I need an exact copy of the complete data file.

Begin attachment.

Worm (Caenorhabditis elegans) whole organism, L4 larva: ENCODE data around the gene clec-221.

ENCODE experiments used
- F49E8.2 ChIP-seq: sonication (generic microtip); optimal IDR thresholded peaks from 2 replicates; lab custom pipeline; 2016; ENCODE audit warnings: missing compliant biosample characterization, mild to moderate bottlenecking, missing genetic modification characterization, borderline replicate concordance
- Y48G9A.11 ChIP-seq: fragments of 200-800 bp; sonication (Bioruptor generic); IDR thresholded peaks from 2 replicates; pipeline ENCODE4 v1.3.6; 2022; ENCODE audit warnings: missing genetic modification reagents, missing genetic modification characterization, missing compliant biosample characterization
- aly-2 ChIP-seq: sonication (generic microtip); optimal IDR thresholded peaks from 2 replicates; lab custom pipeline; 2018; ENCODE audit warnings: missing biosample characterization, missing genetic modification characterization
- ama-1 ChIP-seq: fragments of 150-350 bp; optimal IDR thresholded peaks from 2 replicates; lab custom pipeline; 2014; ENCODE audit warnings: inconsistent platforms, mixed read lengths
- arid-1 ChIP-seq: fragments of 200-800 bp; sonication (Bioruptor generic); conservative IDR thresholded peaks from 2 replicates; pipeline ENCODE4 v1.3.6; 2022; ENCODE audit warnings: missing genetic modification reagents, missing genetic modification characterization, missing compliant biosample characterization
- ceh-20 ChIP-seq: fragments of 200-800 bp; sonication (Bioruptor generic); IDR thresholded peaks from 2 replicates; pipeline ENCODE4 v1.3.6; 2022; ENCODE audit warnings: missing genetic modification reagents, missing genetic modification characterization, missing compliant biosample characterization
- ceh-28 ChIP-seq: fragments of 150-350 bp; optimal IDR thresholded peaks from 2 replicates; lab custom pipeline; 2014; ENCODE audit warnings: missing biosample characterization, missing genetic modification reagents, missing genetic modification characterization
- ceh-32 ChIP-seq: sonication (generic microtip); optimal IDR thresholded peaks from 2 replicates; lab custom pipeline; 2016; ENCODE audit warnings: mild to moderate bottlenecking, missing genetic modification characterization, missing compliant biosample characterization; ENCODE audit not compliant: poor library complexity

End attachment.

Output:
Worm (Caenorhabditis elegans) whole organism, L4 larva: ENCODE data around the gene clec-221.

ENCODE experiments used
- F49E8.2 ChIP-seq: sonication (generic microtip); optimal IDR thresholded peaks from 2 replicates; lab custom pipeline; 2016; ENCODE audit warnings: missing compliant biosample characterization, mild to moderate bottlenecking, missing genetic modification characterization, borderline replicate concordance
- Y48G9A.11 ChIP-seq: fragments of 200-800 bp; sonication (Bioruptor generic); IDR thresholded peaks from 2 replicates; pipeline ENCODE4 v1.3.6; 2022; ENCODE audit warnings: missing genetic modification reagents, missing genetic modification characterization, missing compliant biosample characterization
- aly-2 ChIP-seq: sonication (generic microtip); optimal IDR thresholded peaks from 2 replicates; lab custom pipeline; 2018; ENCODE audit warnings: missing biosample characterization, missing genetic modification characterization
- ama-1 ChIP-seq: fragments of 150-350 bp; optimal IDR thresholded peaks from 2 replicates; lab custom pipeline; 2014; ENCODE audit warnings: inconsistent platforms, mixed read lengths
- arid-1 ChIP-seq: fragments of 200-800 bp; sonication (Bioruptor generic); conservative IDR thresholded peaks from 2 replicates; pipeline ENCODE4 v1.3.6; 2022; ENCODE audit warnings: missing genetic modification reagents, missing genetic modification characterization, missing compliant biosample characterization
- ceh-20 ChIP-seq: fragments of 200-800 bp; sonication (Bioruptor generic); IDR thresholded peaks from 2 replicates; pipeline ENCODE4 v1.3.6; 2022; ENCODE audit warnings: missing genetic modification reagents, missing genetic modification characterization, missing compliant biosample characterization
- ceh-28 ChIP-seq: fragments of 150-350 bp; optimal IDR thresholded peaks from 2 replicates; lab custom pipeline; 2014; ENCODE audit warnings: missing biosample characterization, missing genetic modification reagents, missing genetic modification characterization
- ceh-32 ChIP-seq: sonication (generic microtip); optimal IDR thresholded peaks from 2 replicates; lab custom pipeline; 2016; ENCODE audit warnings: mild to moderate bottlenecking, missing genetic modification characterization, missing compliant biosample characterization; ENCODE audit not compliant: poor library complexity